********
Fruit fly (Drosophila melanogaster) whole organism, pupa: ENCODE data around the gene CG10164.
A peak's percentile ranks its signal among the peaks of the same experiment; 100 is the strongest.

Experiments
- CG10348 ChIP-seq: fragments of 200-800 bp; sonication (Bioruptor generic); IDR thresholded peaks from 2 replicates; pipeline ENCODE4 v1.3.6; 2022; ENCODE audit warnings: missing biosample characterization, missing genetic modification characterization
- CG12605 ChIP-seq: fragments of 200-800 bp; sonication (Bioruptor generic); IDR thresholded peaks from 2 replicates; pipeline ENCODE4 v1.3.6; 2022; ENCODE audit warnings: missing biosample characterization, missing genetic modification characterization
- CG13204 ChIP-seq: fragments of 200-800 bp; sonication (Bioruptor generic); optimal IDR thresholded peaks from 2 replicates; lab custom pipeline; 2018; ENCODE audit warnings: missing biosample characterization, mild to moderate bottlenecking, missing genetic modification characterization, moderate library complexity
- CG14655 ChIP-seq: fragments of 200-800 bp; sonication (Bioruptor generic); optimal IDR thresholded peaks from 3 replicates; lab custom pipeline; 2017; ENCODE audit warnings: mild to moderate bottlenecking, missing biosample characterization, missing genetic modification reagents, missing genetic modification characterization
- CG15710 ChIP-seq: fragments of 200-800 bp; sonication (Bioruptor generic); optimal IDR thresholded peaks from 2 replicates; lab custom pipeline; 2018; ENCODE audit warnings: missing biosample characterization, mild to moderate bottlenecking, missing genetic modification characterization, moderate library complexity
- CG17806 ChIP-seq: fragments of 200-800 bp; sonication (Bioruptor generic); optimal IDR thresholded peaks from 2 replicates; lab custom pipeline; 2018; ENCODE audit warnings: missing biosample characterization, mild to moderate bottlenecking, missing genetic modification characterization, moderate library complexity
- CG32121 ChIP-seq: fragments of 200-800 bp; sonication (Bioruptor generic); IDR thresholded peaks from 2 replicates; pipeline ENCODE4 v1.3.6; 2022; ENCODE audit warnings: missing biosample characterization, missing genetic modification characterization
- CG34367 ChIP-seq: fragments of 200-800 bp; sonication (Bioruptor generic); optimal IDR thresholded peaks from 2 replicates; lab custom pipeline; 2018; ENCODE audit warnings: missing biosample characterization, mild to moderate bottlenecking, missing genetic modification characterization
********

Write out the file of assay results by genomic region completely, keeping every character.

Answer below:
Fruit fly (Drosophila melanogaster) whole organism, pupa: ENCODE data around the gene CG10164.
A peak's percentile ranks its signal among the peaks of the same experiment; 100 is the strongest.

Experiments
- CG10348 ChIP-seq: fragments of 200-800 bp; sonication (Bioruptor generic); IDR thresholded peaks from 2 replicates; pipeline ENCODE4 v1.3.6; 2022; ENCODE audit warnings: missing biosample characterization, missing genetic modification characterization
- CG12605 ChIP-seq: fragments of 200-800 bp; sonication (Bioruptor generic); IDR thresholded peaks from 2 replicates; pipeline ENCODE4 v1.3.6; 2022; ENCODE audit warnings: missing biosample characterization, missing genetic modification characterization
- CG13204 ChIP-seq: fragments of 200-800 bp; sonication (Bioruptor generic); optimal IDR thresholded peaks from 2 replicates; lab custom pipeline; 2018; ENCODE audit warnings: missing biosample characterization, mild to moderate bottlenecking, missing genetic modification characterization, moderate library complexity
- CG14655 ChIP-seq: fragments of 200-800 bp; sonication (Bioruptor generic); optimal IDR thresholded peaks from 3 replicates; lab custom pipeline; 2017; ENCODE audit warnings: mild to moderate bottlenecking, missing biosample characterization, missing genetic modification reagents, missing genetic modification characterization
- CG15710 ChIP-seq: fragments of 200-800 bp; sonication (Bioruptor generic); optimal IDR thresholded peaks from 2 replicates; lab custom pipeline; 2018; ENCODE audit warnings: missing biosample characterization, mild to moderate bottlenecking, missing genetic modification characterization, moderate library complexity
- CG17806 ChIP-seq: fragments of 200-800 bp; sonication (Bioruptor generic); optimal IDR thresholded peaks from 2 replicates; lab custom pipeline; 2018; ENCODE audit warnings: missing biosample characterization, mild to moderate bottlenecking, missing genetic modification characterization, moderate library complexity
- CG32121 ChIP-seq: fragments of 200-800 bp; sonication (Bioruptor generic); IDR thresholded peaks from 2 replicates; pipeline ENCODE4 v1.3.6; 2022; ENCODE audit warnings: missing biosample characterization, missing genetic modification characterization
- CG34367 ChIP-seq: fragments of 200-800 bp; sonication (Bioruptor generic); optimal IDR thresholded peaks from 2 replicates; lab custom pipeline; 2018; ENCODE audit warnings: missing biosample characterization, mild to moderate bottlenecking, missing genetic modification characterization